Will the UK election announcement get in the way of Brexit negotiations?
We believe that in the short term Brexit negotiations will not be greatly impacted by the snap election. Despite Article 50 being triggered, we are unlikely to see much progress until later this year once French and German elections have passed. In the background, civil servants will be working with their European counterparts to determine the best options for their political masters. If Theresa May gets a sizable majority, as the polls suggest, then she has a five year term ahead. Therefore, a phased Brexit, or even an extension to the two year negotiating period, may be easier to handle without the election headache in 2020. This may, however, leave her free to push through a hard Brexit; in addition it may give the Scottish Nationalists further impetus in their efforts to break up the Union. The immediate reaction to the announcement was a move up in sterling but I would not read too much into this. While Mrs May could get a stronger mandate to represent the UK in negotiations, the European Union still has a duty to do the best for the other 27 countries and nothing has changed there.
What impact have the geopolitical issues with North Korea and Syria had on markets?
Geopolitical risk has been rising for some time. Trump’s isolationist ‘America first’ attitude appears to have been changed by the use of chemical weapons in Syria. His action in Syria and using the “Mother of Bombs” in Afghanistan demonstrates how seriously he takes the US global responsibilities and their ability to take action. We appear to be seeing a revival of the US as the world’s police force. North Korea has remained an issue for some time and the recent missile and nuclear tests have raised tensions in the region in, what appears to be, a test of the new president. However, in terms of military action, with US troops on the ground in South Korea and a large population within range of North Korean artillery, the options are more limited. In practice, the Chinese are likely to have more impact than US threats. The Chinese are North Korea’s key ally and a cut in supplies of fuel from China could cripple the economy and restrict military activity.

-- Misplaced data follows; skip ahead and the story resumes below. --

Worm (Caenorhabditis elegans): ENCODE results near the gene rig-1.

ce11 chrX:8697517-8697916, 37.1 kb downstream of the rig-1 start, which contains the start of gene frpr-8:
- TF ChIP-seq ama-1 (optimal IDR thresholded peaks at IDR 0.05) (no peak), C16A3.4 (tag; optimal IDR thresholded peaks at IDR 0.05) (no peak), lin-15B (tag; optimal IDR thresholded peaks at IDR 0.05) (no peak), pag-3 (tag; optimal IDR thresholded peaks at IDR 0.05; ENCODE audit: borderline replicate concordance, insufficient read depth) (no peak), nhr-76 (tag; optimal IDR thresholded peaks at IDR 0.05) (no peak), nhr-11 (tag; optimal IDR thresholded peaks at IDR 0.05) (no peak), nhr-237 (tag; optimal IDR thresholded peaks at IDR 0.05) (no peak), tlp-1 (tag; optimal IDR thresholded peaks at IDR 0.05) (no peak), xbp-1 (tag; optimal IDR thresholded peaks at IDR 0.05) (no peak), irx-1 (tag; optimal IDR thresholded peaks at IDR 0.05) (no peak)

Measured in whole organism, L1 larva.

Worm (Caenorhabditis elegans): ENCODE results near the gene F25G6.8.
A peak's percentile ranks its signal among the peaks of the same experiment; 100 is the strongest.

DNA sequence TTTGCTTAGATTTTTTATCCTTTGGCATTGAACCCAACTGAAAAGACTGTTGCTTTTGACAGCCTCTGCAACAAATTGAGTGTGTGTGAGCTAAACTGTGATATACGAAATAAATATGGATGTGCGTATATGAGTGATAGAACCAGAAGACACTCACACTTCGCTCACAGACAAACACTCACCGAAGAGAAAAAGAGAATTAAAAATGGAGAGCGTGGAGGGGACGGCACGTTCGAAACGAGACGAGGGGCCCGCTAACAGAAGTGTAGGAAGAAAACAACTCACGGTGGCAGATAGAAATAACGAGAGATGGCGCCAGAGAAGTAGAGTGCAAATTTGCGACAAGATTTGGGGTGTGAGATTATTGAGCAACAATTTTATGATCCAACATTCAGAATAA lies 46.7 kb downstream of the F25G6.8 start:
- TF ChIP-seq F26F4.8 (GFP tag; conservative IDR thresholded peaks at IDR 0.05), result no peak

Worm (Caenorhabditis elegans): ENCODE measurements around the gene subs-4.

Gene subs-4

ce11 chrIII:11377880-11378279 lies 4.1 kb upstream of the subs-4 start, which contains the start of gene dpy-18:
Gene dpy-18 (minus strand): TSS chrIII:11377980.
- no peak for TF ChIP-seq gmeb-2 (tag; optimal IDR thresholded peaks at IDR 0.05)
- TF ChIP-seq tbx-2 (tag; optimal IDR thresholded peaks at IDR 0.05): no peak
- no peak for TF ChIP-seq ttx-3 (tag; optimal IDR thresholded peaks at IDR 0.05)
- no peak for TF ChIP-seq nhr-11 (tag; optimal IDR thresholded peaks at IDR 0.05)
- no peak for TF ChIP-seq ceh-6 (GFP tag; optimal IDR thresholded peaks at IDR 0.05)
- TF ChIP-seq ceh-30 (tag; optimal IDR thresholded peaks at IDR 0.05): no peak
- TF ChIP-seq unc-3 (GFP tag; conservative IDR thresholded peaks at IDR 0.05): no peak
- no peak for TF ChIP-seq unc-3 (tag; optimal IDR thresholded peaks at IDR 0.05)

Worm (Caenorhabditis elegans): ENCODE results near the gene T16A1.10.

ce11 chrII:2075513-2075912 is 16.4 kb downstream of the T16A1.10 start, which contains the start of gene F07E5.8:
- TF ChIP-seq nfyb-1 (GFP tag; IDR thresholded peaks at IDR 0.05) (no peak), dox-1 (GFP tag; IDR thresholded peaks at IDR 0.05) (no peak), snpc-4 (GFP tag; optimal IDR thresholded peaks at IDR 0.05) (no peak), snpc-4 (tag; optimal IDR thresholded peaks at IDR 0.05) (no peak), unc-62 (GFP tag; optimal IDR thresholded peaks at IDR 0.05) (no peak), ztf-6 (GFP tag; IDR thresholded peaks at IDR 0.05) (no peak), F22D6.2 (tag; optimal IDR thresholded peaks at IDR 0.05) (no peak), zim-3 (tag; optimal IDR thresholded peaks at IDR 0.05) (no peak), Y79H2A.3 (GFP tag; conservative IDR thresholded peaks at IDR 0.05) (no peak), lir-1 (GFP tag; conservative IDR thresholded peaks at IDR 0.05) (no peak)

The market impact so far has been limited. Investors seem to be taking the raised political tensions in their stride and view the actions taken so far as geographically confined. An escalation of military action in Korea is seen as unlikely. Gold, a traditional beneficiary at times of geopolitical risk, has moved up but not significantly. Credit default swaps which are a measure of the risk of a country defaulting have risen slightly for Korea but still remain at about the same level as France, so not suggesting any greatly raised risk level.
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